7 Pillars for Success in Afghanistan

Security force member stands over a military car before leaving the site of a suicide attack followed by a clash between Afghan forces and insurgents after an attack on Iraq embassy in Kabul, Afghanistan, July 31, 2017. REUTERS/Omar Sobhani

The military alone is not enough.

Afghanistan has severely challenged every U.S. administration since the fall of 2001. The Trump administration is debating intensely what strategy, if any, might lead to more success than its predecessors achieved and turn around the “stalemate” on the ground in Afghanistan.

The media focus is largely on the troop numbers, tactics and costs being proposed to put the Taliban and its extremist bedfellows on the defensive and the positions of various U.S. policy makers including the president. A strategy for success, however, is much more complicated than just the issues surrounding security, vital as they are. There are at least seven pillars needed for a comprehensive strategy in Afghanistan: 1) military and security tactics and capacity-building; 2) Afghanistan’s domestic politics; 3) governance and economic performance; 4) Pakistan’s role; 5) options for a non-military solution; 6) international support; and 7) an effective U.S. policy and budgetary process. To only focus on the military pillar is a formula for misunderstanding. Neglecting any of the pillars can lead the enterprise to fail.

Supporters of a continued U.S. role in Afghanistan argue that it is in the national interest to prevent Afghanistan from again becoming a base for terrorists. They argue that success is possible with a sustained, vigorous, multi-year effort without deadlines to bolster Afghan government capacity and to generate sufficient pressures on the Taliban and others to open paths to a non-military solution. This approach, they argue, will prevent terrorists from being able to operate internationally from Afghanistan.

As the U.S. policy debate unfolds, it is important to understand that a pathway to success demands a multifaceted and integrated strategy which addresses security issues well, while deploying effective diplomacy and non-military assistance.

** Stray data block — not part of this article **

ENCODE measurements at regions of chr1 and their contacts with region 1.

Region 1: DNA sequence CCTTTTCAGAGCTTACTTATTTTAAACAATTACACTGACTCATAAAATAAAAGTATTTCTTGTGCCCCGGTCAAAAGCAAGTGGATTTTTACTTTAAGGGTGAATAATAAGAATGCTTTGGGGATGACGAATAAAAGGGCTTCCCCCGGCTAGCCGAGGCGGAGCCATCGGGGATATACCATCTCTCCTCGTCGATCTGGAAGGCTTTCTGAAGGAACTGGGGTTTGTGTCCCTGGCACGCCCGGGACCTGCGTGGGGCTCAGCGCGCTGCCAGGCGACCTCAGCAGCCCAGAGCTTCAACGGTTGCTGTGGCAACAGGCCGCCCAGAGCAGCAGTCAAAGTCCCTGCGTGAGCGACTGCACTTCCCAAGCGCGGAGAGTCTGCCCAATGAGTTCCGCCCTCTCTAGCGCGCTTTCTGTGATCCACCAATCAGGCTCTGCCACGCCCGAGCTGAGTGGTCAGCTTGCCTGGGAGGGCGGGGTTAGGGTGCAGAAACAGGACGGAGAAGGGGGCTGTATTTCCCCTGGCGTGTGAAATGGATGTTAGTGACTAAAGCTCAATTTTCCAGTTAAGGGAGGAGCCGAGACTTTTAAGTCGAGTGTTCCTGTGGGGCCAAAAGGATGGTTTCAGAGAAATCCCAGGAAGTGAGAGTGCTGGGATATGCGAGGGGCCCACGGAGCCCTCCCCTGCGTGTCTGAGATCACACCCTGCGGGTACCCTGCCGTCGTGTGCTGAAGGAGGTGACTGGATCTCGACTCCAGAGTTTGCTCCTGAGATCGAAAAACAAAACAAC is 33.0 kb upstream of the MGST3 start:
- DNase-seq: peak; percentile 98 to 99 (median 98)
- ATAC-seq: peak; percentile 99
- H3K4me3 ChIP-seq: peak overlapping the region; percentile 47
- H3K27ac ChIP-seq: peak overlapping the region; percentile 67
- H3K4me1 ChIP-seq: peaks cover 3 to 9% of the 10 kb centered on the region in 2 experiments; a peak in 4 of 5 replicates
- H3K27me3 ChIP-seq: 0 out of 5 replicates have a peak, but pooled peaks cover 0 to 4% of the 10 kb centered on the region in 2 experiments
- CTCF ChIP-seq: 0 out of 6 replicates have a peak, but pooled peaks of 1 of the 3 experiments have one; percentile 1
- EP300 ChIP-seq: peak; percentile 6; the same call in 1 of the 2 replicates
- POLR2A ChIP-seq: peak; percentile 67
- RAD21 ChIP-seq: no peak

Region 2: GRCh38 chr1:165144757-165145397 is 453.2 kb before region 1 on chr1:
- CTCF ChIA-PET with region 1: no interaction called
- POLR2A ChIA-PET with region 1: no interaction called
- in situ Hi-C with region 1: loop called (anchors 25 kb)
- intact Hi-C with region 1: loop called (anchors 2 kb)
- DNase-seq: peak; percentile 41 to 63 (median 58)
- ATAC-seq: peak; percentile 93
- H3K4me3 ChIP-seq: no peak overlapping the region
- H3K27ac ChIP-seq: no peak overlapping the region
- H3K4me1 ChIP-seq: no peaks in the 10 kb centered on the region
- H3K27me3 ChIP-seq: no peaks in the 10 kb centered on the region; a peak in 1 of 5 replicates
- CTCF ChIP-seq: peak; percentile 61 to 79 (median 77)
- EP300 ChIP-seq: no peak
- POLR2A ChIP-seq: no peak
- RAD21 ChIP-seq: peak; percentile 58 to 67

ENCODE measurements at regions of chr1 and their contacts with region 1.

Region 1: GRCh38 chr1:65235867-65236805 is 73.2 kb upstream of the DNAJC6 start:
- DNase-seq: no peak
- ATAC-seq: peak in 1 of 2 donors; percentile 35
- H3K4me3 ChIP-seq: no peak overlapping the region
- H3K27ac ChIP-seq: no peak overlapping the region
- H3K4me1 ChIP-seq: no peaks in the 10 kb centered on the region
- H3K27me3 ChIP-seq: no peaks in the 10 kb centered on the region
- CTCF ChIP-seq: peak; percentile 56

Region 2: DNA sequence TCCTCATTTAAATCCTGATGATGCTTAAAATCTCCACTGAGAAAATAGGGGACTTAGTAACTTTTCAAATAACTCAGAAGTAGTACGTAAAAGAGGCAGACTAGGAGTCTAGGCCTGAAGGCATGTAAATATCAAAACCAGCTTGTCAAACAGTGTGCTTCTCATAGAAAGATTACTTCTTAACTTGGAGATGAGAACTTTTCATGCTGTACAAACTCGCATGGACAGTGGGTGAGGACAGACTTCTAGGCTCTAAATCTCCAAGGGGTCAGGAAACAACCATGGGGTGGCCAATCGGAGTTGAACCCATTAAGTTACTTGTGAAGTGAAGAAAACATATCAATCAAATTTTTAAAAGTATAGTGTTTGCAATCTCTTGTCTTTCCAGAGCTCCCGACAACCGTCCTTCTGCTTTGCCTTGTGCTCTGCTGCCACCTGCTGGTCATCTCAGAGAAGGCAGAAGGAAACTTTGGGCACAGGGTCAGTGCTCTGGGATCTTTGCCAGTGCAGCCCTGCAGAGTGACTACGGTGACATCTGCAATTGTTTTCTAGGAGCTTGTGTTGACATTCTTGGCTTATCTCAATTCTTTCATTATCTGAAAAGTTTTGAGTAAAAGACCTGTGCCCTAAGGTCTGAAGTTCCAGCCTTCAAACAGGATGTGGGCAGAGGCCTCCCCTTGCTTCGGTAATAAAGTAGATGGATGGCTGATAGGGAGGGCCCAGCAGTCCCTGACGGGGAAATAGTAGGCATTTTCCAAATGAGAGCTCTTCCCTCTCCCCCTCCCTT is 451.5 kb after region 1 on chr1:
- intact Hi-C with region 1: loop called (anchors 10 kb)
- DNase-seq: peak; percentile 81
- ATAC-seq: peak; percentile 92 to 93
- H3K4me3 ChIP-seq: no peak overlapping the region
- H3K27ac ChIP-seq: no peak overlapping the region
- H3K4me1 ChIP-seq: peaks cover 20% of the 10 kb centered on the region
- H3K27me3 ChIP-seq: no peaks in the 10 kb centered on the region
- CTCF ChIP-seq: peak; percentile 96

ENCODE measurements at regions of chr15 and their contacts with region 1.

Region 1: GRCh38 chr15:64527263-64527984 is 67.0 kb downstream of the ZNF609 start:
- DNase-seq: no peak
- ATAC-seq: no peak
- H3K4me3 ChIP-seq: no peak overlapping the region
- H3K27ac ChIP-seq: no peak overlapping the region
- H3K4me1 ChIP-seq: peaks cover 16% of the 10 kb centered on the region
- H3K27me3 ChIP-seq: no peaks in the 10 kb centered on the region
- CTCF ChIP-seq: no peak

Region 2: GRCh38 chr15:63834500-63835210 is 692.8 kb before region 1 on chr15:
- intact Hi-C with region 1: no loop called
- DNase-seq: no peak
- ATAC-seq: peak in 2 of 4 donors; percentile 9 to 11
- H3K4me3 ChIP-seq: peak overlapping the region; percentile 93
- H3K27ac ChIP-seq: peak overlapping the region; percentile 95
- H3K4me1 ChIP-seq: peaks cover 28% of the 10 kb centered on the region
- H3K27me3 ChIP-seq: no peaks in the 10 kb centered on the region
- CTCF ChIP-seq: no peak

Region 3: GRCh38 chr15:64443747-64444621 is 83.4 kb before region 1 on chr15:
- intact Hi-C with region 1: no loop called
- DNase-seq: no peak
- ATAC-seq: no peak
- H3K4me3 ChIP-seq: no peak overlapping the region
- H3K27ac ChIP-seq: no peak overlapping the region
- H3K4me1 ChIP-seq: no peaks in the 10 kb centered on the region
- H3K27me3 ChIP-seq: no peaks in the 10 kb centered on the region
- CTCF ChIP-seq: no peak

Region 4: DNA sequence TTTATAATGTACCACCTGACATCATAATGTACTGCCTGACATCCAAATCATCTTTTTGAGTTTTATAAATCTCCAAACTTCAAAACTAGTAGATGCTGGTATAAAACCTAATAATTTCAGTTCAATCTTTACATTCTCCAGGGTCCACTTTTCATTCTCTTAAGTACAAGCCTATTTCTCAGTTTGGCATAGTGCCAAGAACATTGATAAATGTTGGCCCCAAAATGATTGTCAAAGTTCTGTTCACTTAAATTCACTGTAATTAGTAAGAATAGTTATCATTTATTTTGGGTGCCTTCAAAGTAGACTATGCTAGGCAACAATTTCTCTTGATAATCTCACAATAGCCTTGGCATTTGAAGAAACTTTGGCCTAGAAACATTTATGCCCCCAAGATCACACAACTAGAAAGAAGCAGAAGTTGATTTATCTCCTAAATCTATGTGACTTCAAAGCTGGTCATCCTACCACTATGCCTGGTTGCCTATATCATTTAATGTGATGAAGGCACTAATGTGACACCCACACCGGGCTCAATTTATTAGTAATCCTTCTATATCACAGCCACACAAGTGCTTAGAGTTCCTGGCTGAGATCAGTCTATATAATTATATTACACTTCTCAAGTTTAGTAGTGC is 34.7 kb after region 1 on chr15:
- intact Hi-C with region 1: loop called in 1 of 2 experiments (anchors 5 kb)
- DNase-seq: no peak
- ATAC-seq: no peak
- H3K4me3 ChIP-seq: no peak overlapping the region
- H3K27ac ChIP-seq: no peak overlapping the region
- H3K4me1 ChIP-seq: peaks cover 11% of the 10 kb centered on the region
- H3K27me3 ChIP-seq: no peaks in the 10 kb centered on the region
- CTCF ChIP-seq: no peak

Providing Military Support and Building Afghan Capacity

The Taliban gained ground militarily over the last two years. The fighting revealed serious shortcomings in the Afghan military, security and intelligence forces. Nevertheless, many Afghan troops and commanders fought with success and suffered very heavy casualties resisting the Taliban. The Afghan military clearly needed more support from U.S. airpower, intelligence, and Special Forces to counter the Taliban attacks and with that, they have held territory recently. They will need that support and advice for some time to come. In the interim, there is a clear need to clean out poorly performing and corrupt senior officers (in the army, the Interior Ministry and the intelligence service), to add an effective U.S. advisory presence closer to the front lines, and to undertake a serious revamp of training and capacity building programs, including addressing the airpower needs of the Afghan forces. The cleaning out of the Afghan military leadership has already begun with the support of Afghan president Ghani, but it will take time and persistence, as will a revitalized capacity building effort once properly resourced. This cluster of issues was at the core of the U.S. military’s request for more troops earlier this year, and is central to the debate in the Trump administration, which reportedly has included consideration of using private military contractors.

Assuring Afghan Domestic Political Support